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Dolphins using Conch Shells to Catch Fish...Trick is Spreading.

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posted on Aug, 31 2011 @ 12:22 PM
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Well, humans are only the third most intelligent species on the planet, after all.




posted on Aug, 31 2011 @ 12:57 PM
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Not more romanticising and selective anthropomorphising from the dolphin fanboys.

Animal intelligence is difficult to discern due to the fact that we can't communicate with them, so it's rather difficult in most cases to know whether an animal's behaviour is due to a process of conscious intelligence or whether it's down to some kind of automatic response, or a behaviour which was picked up and adopted by chance.

It's true that dolphins do display some traits which appear to be similar to human intelligence, but they equally fail to display human like intelligence in other scenarios.

When Japanese dolphin-hunters herd dolphins into the cove, they fence them with a net over night before they kill them. The dolphins are perfectly capable of jumping this net, yet they do not even attempt it. Now compare that to a human in a similar situation; a group of humans wouldn't just gormlessly mill around inside a cave with an easily scalable fence to the outside.

This also happens with dolphins in aquariums. Dolphins are often confined to smallish pools, yet they very rarely attempt to jump over the small net to the larger, more spacious pools which run adjacent to theirs.

Another example of dolphins displaying what would be considered - in human terms - unintelligent behaviour is in cases where they attempt to thwart a shark attack on a human diver. As both sharks and humans are potential predators to dolphins, it is extremely stupid to risk life and limb ( or flipper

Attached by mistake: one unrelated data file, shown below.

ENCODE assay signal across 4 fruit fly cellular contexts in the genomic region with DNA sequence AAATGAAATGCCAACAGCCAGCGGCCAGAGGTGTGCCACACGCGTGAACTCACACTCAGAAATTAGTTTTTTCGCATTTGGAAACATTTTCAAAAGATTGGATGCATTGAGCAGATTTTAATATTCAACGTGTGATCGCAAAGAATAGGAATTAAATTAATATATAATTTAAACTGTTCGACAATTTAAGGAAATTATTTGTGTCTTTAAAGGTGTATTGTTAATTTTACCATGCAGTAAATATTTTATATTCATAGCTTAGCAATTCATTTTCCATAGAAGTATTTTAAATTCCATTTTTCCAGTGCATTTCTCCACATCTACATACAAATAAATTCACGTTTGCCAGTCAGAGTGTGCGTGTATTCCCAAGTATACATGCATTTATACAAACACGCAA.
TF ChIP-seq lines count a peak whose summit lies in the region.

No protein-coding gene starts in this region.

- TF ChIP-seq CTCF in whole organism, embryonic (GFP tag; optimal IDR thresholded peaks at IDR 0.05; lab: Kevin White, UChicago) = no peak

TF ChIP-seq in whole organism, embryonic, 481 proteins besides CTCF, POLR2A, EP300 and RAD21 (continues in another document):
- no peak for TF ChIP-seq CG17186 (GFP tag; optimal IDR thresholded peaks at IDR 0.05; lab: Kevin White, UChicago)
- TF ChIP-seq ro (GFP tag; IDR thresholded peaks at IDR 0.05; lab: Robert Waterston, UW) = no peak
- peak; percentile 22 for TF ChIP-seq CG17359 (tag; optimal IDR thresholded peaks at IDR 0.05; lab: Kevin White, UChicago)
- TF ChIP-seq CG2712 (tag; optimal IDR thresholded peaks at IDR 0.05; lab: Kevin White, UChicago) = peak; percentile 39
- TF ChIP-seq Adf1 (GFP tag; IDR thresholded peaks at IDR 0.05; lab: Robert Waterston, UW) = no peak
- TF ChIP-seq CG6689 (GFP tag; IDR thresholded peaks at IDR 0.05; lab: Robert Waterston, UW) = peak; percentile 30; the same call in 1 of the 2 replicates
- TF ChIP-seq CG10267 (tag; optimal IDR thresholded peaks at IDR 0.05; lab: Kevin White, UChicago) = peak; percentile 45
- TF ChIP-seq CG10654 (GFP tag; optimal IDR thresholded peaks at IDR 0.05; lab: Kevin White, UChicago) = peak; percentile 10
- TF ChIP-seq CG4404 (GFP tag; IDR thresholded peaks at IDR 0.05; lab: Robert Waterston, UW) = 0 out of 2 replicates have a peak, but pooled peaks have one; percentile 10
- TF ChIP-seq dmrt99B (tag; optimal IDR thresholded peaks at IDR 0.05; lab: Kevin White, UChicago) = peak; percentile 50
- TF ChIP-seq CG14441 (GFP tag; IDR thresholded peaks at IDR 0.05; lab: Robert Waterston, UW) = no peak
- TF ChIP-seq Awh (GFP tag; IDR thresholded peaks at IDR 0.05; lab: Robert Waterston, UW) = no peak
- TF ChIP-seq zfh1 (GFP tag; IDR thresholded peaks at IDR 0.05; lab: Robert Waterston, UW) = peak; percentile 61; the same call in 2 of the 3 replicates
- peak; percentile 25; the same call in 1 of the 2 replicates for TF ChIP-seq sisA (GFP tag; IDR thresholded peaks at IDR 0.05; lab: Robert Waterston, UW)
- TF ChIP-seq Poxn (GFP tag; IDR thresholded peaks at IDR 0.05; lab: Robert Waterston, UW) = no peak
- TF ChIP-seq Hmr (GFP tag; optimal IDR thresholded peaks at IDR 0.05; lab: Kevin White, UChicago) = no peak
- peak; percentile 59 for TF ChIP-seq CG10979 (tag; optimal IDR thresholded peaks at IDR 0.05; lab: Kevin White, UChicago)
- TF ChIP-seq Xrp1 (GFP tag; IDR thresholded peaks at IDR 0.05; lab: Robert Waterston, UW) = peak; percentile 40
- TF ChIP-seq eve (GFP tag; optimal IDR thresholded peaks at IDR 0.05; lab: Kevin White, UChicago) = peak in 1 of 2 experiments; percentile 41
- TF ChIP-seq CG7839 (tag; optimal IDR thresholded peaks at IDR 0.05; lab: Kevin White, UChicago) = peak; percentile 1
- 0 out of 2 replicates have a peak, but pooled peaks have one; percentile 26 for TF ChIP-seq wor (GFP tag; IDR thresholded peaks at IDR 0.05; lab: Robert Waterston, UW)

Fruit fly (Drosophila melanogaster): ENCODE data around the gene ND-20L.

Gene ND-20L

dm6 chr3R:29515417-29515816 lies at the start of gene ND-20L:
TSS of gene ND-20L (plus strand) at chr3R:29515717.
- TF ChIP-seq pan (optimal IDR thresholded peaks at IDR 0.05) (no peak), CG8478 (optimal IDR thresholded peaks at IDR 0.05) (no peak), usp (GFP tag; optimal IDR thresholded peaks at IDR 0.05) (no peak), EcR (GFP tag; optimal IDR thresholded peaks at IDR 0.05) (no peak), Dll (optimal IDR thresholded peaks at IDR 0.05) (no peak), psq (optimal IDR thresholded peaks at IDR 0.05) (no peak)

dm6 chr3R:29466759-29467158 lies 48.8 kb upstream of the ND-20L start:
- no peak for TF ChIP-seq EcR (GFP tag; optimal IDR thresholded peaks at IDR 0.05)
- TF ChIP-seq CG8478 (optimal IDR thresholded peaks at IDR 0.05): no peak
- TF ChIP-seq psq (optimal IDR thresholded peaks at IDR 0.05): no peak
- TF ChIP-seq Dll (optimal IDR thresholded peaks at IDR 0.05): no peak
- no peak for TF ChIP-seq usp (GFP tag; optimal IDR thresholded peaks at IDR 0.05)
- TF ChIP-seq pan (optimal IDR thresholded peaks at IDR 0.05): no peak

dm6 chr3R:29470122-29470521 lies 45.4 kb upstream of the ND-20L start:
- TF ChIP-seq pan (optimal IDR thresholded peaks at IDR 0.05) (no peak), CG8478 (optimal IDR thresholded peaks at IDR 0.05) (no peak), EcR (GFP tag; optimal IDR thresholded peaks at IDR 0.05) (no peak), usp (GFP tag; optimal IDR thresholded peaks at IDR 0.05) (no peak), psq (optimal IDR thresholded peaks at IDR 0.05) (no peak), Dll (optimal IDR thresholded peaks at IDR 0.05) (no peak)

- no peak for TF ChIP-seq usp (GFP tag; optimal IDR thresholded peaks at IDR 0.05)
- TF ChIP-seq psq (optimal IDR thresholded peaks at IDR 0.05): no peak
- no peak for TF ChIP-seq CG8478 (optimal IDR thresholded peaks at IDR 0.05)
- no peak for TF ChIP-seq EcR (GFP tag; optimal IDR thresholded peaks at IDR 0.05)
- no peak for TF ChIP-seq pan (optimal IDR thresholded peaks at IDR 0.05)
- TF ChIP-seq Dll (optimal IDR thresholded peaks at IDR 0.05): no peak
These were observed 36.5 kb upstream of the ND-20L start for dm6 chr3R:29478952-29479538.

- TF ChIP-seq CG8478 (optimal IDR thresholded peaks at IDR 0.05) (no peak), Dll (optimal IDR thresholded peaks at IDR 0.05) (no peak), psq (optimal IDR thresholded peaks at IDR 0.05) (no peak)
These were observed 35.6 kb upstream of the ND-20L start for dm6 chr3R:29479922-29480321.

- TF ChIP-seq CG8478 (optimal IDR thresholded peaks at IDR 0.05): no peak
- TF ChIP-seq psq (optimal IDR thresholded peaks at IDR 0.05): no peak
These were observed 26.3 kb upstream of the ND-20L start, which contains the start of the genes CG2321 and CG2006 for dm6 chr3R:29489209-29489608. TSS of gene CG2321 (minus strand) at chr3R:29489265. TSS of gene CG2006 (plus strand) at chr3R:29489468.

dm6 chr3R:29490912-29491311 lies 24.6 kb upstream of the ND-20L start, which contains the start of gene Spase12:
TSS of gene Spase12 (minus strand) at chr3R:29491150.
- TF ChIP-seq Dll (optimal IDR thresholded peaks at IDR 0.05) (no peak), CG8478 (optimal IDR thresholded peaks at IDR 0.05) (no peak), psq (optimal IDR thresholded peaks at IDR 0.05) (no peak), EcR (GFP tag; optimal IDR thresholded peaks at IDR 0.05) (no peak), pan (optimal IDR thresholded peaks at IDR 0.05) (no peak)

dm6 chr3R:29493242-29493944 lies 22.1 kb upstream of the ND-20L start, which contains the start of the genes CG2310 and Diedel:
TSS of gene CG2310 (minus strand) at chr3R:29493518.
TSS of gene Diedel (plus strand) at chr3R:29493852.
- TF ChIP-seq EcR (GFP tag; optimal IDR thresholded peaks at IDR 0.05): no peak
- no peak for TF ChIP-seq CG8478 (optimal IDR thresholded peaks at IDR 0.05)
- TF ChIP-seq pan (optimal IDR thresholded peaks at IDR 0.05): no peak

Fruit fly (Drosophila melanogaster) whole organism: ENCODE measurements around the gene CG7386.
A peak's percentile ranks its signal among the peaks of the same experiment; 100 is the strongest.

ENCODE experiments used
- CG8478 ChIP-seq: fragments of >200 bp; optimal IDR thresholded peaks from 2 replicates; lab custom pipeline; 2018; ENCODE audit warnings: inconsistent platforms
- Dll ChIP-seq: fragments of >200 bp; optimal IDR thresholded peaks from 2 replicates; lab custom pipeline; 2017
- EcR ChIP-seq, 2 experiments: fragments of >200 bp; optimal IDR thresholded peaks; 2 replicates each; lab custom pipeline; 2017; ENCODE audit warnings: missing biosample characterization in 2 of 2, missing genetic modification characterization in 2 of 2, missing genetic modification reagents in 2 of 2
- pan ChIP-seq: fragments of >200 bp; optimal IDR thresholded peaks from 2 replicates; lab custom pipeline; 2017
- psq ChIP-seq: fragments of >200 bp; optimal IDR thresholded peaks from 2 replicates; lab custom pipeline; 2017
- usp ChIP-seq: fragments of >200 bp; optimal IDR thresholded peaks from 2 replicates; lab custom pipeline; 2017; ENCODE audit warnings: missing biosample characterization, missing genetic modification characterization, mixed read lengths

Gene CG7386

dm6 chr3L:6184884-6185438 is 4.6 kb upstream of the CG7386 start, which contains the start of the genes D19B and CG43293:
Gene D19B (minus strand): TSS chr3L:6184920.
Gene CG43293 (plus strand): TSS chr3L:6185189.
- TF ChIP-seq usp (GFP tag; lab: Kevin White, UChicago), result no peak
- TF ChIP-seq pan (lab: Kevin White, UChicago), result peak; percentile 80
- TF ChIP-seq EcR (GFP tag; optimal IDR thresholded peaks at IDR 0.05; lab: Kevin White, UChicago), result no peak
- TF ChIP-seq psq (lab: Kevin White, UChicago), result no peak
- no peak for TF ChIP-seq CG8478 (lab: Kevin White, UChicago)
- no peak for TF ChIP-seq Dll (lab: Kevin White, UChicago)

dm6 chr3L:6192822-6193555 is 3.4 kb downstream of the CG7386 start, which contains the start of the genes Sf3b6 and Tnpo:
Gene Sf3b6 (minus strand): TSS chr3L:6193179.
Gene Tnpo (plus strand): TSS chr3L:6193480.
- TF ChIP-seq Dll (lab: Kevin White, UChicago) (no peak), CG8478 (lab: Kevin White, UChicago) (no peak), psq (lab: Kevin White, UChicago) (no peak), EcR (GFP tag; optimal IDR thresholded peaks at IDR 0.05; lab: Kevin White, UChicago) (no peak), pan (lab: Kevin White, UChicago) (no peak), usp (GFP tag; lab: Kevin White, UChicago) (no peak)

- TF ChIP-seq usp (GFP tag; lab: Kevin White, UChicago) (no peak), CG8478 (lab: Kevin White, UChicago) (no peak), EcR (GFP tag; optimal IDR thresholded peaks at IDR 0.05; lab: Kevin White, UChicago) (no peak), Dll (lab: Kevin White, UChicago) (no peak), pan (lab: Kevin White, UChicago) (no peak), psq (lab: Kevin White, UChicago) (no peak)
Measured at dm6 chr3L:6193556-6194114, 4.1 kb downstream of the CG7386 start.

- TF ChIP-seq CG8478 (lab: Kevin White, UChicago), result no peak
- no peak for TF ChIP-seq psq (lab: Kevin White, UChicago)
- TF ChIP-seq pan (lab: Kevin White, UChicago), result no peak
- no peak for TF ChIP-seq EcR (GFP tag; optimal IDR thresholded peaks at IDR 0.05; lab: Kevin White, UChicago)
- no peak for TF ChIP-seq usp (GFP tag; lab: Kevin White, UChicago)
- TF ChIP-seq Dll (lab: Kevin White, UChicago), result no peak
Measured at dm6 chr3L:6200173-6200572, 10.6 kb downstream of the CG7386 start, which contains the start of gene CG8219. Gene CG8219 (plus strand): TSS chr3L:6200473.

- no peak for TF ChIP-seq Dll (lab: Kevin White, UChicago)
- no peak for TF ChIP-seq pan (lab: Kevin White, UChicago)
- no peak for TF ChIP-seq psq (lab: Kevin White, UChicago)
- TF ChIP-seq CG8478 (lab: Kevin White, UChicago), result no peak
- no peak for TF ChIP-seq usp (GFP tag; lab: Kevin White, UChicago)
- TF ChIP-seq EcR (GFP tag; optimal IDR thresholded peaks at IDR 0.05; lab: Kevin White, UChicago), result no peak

) to save a member of another species who may be about to eat you for dinner. This would be like a human wrestling a lion who was attacking a hippopotamus. Not a clever idea.

This little trick with the shell is quite nifty, but certainly unremarkable in the animal world. It doesn't really say too much about intelligence or lack of it.

Also, for all the dolphin-worshippers who, because of apparent misanthropy, take an escapist route of idolising a fantasy view of another species - they aren't as cuddly as you'd like to think they are. As with most other species' who have survived for so long, they possess a number of unpleasant traits and behaviours.

Male dolphins have been known to chase a female for hours, until she runs out of energy, and then they proceed to gang-rape her. Juvenile dolphins have been observed bashing the porpoises to death on rocks - not for food, but apparently just for the fun of it.



posted on Aug, 31 2011 @ 01:31 PM
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reply to post by Sherlock Holmes
 





Not more romanticising and selective anthropomorphising from the dolphin fanboys.


I thought it was interesting...I'm hardly a "dolphin fanboy"




Animal intelligence is difficult to discern due to the fact that we can't communicate with them, so it's rather difficult in most cases to know whether an animal's behaviour is due to a process of conscious intelligence or whether it's down to some kind of automatic response, or a behaviour which was picked up and adopted by chance.


Kind of like humans.




This little trick with the shell is quite nifty, but certainly unremarkable in the animal world. It doesn't really say too much about intelligence or lack of it.


Well, if they can't explain it...Why label it unremarkable?




Also, for all the dolphin-worshippers who, because of apparent misanthropy, take an escapist route of idolising a fantasy view of another species - they aren't as cuddly as you'd like to think they are. As with most other species' who have survived for so long, they possess a number of unpleasant traits and behaviours.


A well written insult...is still an insult.




Male dolphins have been known to chase a female for hours, until she runs out of energy, and then they proceed to gang-rape her. Juvenile dolphins have been observed bashing the porpoises to death on rocks - not for food, but apparently just for the fun of it.


Again...Sounds kind of human.

To point out interesting behavior in a different species for discussion.

Is hardly deserving all the name calling.

And The Fickle Finger of Fate...Goes to you


edit on 31-8-2011 by whyamIhere because: add goofy icon



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